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Large for Gestational Age (LGA)

What is LGA?

Large for gestational age (LGA) is how health professionals describe newborns who weighing more than the usual amount for the number of weeks of pregnancy. Babies are called LGA if they weigh more than 90 percent of all babies of the same gestational age.

The average baby weighs about 7 pounds at birth. About 9 percent of all babies weigh more than 8 pounds, 13 ounces (4,000 grams). Rarely do babies weigh over 10 pounds.

Although most LGA babies are born at term (37 to 41 weeks of pregnancy), a few premature babies may be LGA.

What causes LGA?

Some babies are large because their parents are large. Babies may inherit this trait from their parents. A high birthweight can also be caused by the amount of weight a mother gains during pregnancy. Women who gain a lot of weight during pregnancy often give birth to LGA babies.

Diabetes is the most common cause of LGA babies. When a pregnant woman has high blood sugar, she can pass that along to her baby. In response, the baby's body makes insulin. All the extra sugar and the extra insulin production can lead to fast growth and deposits of fat, thus, a larger baby.

Why is LGA a concern?

Because LGA babies are so large, delivery can be difficult. Delivery problems may include the following:

  • Prolonged vaginal delivery time

  • Difficult birth

  • Birth injury

  • Increased risk of cesarean delivery

Because many large babies are born to diabetic mothers, many problems of LGA babies are caused poor regulation of blood sugar. Some of these problems are:

  • Hypoglycemia (low blood sugar) in the baby after delivery

  • A higher number of birth defects

  • Difficulty breathing (respiratory distress)

Many babies with LGA also have jaundice or yellowing of the skin, eyes, and mucous membranes (hyperbilirubinemia).

How is LGA diagnosed?

During pregnancy, your health care provider can figure out what your baby weights by using a couple different ways. One way is to measure the height of the fundus (the top of a mother's uterus) from the pubic bone. The number of centimeters measured is usually the same or close to the number of weeks of pregnancy. If the fundus measurement is high for the number of weeks, the baby may be larger than expected. Other ways to check the baby’s growth are:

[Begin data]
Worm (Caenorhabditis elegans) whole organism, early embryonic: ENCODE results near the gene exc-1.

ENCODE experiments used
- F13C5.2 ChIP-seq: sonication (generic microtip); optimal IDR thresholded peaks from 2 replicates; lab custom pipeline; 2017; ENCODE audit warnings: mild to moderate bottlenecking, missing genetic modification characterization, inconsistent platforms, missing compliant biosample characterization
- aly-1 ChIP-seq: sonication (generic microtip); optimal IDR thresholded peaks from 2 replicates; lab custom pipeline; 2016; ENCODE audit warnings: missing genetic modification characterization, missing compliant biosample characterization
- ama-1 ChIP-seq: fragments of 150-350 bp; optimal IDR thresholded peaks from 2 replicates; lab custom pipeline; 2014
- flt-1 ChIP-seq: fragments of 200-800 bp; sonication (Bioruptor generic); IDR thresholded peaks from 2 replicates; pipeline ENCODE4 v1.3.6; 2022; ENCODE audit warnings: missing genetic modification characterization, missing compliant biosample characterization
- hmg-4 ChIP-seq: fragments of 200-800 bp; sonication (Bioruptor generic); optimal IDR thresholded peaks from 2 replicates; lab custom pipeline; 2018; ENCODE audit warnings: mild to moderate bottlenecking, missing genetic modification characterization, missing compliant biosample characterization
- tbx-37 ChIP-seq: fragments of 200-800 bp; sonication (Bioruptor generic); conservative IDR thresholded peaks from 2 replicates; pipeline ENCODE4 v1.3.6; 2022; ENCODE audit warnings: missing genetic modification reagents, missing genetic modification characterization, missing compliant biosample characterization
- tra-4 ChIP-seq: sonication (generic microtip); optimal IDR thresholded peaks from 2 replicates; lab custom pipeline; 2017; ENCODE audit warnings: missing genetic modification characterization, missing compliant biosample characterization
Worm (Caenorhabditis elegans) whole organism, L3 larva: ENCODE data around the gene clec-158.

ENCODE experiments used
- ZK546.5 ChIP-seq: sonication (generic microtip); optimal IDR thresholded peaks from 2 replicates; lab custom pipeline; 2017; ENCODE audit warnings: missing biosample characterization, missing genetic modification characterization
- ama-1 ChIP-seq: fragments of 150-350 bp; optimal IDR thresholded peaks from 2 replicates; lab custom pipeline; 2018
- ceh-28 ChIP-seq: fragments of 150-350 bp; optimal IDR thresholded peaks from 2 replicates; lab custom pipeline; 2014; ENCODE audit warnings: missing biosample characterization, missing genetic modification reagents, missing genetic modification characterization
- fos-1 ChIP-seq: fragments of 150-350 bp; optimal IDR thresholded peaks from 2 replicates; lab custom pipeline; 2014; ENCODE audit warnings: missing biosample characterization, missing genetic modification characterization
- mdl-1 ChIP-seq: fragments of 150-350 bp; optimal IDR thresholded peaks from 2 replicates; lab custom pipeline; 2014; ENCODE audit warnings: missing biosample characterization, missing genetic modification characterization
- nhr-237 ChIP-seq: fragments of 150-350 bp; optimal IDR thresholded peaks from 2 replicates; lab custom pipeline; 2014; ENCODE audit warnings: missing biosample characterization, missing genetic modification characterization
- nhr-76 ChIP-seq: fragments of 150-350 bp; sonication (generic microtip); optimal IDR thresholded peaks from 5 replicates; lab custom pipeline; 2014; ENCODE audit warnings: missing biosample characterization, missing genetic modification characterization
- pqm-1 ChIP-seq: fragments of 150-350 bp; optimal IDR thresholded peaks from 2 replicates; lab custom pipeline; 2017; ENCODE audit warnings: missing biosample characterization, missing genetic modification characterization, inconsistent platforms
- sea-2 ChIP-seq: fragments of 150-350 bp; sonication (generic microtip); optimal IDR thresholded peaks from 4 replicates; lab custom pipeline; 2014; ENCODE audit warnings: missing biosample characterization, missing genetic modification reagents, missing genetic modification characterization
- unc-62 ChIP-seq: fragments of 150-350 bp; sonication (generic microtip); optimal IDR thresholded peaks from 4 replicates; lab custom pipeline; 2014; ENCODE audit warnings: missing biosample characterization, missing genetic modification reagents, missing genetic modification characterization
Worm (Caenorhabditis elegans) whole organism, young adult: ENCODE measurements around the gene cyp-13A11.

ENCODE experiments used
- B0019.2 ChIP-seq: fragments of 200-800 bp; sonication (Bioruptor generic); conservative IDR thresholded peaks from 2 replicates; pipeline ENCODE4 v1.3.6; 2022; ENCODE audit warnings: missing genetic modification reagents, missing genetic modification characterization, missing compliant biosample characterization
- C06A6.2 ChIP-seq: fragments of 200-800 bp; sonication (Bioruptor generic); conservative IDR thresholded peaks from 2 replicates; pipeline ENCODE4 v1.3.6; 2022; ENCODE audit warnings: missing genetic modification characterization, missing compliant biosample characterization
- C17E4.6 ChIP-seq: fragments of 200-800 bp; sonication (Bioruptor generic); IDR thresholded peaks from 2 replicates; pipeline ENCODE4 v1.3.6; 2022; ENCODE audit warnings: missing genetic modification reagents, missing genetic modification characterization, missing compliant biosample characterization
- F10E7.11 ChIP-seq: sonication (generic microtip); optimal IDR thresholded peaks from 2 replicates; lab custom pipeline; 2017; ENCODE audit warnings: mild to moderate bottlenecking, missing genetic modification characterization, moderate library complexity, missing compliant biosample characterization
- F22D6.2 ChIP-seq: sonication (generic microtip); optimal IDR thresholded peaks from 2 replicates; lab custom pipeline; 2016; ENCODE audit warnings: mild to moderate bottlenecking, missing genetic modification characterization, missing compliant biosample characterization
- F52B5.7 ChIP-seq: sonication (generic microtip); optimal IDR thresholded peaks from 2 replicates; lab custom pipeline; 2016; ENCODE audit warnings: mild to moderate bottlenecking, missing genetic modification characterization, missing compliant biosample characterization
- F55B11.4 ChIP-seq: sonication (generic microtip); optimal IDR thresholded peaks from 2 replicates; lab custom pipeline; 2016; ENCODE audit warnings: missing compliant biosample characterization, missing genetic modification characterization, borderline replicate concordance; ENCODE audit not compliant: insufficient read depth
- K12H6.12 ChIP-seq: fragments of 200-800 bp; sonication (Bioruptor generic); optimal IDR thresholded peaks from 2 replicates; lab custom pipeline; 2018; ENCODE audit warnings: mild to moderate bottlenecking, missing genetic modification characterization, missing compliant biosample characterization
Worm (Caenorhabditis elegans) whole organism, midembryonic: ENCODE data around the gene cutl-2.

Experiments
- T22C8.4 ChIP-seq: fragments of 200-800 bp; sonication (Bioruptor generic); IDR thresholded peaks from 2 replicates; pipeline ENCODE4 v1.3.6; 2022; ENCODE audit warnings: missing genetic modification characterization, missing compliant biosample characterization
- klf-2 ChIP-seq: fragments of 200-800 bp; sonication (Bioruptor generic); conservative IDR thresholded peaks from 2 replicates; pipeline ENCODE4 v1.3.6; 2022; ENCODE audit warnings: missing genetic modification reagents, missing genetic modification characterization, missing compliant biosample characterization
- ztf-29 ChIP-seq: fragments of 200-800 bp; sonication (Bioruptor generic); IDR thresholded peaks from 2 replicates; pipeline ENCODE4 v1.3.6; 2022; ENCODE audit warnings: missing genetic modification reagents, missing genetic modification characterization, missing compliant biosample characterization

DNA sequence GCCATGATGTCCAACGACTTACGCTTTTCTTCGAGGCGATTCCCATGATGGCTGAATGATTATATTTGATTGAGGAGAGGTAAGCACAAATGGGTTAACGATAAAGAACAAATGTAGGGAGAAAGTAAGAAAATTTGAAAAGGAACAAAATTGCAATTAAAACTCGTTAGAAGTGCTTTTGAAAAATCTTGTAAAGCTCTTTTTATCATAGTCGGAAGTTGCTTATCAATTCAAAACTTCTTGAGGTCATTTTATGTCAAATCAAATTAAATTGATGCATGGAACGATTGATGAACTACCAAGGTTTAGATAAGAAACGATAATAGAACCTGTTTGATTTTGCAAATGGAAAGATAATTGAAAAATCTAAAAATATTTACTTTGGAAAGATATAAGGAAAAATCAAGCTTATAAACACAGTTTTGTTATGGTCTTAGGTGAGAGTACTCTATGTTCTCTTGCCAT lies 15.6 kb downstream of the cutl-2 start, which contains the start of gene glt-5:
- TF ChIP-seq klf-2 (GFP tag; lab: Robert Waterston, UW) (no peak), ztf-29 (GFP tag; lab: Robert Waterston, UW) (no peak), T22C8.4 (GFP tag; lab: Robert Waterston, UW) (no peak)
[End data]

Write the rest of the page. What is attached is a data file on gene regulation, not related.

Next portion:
• Ultrasound.  Your health care provider uses sound waves to create a picture of your baby and the inside of your body. It is a more accurate method of estimating the size of your baby. Measurements can be taken of your baby’s head, belly, and upper leg bone to see how fast he or she is growing.

  • Weight gain during can also affect your baby's size. Gaining a lot of weight during pregnancy may cause your baby to be bigger than normal.

Babies are weighed within the first few hours after birth. The weight is compared with the baby's gestational age and recorded in the medical record.

Treatment for LGA

Specific treatment for large for gestational age will be determined by your baby's health care provider based on:

  • Your baby's gestational age, overall health, and medical history

  • How sick he or she is

  • How well your baby handles specific medications, procedures, or therapies

  • How long the condition is expected to last

  • Your opinion or preference

If ultrasound examinations during pregnancy show a fetus is quite large, some doctors may recommend early delivery. In this case, a planned cesarean delivery may be recommended.

After delivery, a LGA baby will be carefully checked for any birth injuries. Blood glucose testing is also done to check for hypoglycemia. 

Prevention of LGA

Regular prenatal care is important in all pregnancies. Regular checkups can help your health care provider find out if your baby is too small or too large. If your baby seems large, it may be a sign that you have undetected diabetes or other problems. Taking care of your diabetes, watching your weight, and following your health care provider’s recommendations can help lower some of the risks to your baby.

Large for Gestational Age (LGA) - WellSpan Health

Online Medical Reviewer: MMI board-certified, academically-affiliated clinician
Online Medical Reviewer: Trevino, Heather M., BSN, RNC
Last Review Date: 2014-09-26T00:00:00
Last Modified Date: 2014-10-03T00:00:00
Posting Date: 2008-11-30T00:00:00
Published Date: 2014-10-03T00:00:00
Last Review Date: 2007-03-30T00:00:00
© 2016 WellSpan Health. All Rights Reserved. This information is not intended as a substitute for professional medical care. Always follow your healthcare professional's instructions.

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